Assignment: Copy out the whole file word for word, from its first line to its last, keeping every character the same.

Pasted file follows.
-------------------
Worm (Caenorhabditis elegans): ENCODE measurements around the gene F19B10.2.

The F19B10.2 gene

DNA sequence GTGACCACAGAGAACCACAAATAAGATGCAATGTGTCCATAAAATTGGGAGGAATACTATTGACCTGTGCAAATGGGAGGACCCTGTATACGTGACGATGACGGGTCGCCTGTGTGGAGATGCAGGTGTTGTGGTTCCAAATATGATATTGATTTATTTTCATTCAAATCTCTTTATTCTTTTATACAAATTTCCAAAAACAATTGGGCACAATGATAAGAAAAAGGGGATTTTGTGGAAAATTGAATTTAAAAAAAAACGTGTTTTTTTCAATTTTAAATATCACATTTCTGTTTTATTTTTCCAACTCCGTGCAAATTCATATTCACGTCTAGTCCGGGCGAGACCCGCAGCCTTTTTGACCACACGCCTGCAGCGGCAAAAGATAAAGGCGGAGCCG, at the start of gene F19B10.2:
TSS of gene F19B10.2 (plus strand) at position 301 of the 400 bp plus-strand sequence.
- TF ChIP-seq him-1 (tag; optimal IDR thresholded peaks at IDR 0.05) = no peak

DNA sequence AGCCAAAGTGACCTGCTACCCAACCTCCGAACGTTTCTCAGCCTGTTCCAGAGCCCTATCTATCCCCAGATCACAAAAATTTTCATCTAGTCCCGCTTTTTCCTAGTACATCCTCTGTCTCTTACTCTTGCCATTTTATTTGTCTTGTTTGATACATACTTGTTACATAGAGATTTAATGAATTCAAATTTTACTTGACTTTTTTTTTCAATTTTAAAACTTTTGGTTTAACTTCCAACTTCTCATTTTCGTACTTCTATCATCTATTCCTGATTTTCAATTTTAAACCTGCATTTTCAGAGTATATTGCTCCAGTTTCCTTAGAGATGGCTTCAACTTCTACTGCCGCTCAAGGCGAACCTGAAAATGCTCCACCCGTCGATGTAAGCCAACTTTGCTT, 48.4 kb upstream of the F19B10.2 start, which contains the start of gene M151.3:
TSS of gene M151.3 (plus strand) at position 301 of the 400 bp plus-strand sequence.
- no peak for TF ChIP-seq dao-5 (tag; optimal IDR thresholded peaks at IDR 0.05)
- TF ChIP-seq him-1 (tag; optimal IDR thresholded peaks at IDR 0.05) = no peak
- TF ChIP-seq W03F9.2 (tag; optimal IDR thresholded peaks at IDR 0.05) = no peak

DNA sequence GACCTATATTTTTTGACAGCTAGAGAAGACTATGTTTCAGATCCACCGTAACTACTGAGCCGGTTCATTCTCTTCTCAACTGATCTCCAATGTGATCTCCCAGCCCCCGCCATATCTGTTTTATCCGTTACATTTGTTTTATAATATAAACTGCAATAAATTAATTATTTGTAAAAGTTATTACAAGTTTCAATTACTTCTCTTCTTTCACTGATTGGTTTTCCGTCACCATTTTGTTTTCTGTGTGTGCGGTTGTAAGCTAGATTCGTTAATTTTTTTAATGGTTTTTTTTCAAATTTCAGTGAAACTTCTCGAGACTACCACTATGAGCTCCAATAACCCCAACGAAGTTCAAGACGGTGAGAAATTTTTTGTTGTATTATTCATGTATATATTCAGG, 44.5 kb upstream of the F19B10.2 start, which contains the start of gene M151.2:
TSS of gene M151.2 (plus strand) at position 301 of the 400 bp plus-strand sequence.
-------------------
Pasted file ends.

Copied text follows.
Worm (Caenorhabditis elegans): ENCODE measurements around the gene F19B10.2.

The F19B10.2 gene

DNA sequence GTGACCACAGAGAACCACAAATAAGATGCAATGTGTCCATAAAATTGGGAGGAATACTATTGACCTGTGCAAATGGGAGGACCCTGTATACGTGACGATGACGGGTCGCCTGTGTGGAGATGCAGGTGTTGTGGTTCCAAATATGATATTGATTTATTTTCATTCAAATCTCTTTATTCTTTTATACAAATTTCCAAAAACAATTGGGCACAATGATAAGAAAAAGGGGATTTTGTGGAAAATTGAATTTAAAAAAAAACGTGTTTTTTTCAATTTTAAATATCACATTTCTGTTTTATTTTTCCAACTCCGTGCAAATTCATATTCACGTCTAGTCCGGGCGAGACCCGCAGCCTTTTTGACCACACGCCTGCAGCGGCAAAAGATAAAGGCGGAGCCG, at the start of gene F19B10.2:
TSS of gene F19B10.2 (plus strand) at position 301 of the 400 bp plus-strand sequence.
- TF ChIP-seq him-1 (tag; optimal IDR thresholded peaks at IDR 0.05) = no peak

DNA sequence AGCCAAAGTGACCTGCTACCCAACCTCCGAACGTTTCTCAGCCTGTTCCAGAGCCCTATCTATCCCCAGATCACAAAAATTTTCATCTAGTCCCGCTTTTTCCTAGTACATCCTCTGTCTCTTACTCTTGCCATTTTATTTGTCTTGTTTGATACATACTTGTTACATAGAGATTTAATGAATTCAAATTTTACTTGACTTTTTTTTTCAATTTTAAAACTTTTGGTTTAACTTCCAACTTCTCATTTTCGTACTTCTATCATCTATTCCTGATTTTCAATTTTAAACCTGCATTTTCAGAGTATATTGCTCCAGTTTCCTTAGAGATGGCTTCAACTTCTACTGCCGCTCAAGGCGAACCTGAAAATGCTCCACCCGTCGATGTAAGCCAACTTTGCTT, 48.4 kb upstream of the F19B10.2 start, which contains the start of gene M151.3:
TSS of gene M151.3 (plus strand) at position 301 of the 400 bp plus-strand sequence.
- no peak for TF ChIP-seq dao-5 (tag; optimal IDR thresholded peaks at IDR 0.05)
- TF ChIP-seq him-1 (tag; optimal IDR thresholded peaks at IDR 0.05) = no peak
- TF ChIP-seq W03F9.2 (tag; optimal IDR thresholded peaks at IDR 0.05) = no peak

DNA sequence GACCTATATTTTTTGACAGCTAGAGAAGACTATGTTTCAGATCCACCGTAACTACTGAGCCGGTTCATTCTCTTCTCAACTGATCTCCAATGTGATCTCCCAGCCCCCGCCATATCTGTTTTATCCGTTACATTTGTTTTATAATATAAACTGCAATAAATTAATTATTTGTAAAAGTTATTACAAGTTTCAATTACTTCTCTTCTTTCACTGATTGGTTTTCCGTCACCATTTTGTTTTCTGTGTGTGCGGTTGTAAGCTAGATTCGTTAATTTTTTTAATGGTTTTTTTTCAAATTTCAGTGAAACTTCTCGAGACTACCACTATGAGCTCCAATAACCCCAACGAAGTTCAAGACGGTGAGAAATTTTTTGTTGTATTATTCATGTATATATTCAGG, 44.5 kb upstream of the F19B10.2 start, which contains the start of gene M151.2:
TSS of gene M151.2 (plus strand) at position 301 of the 400 bp plus-strand sequence.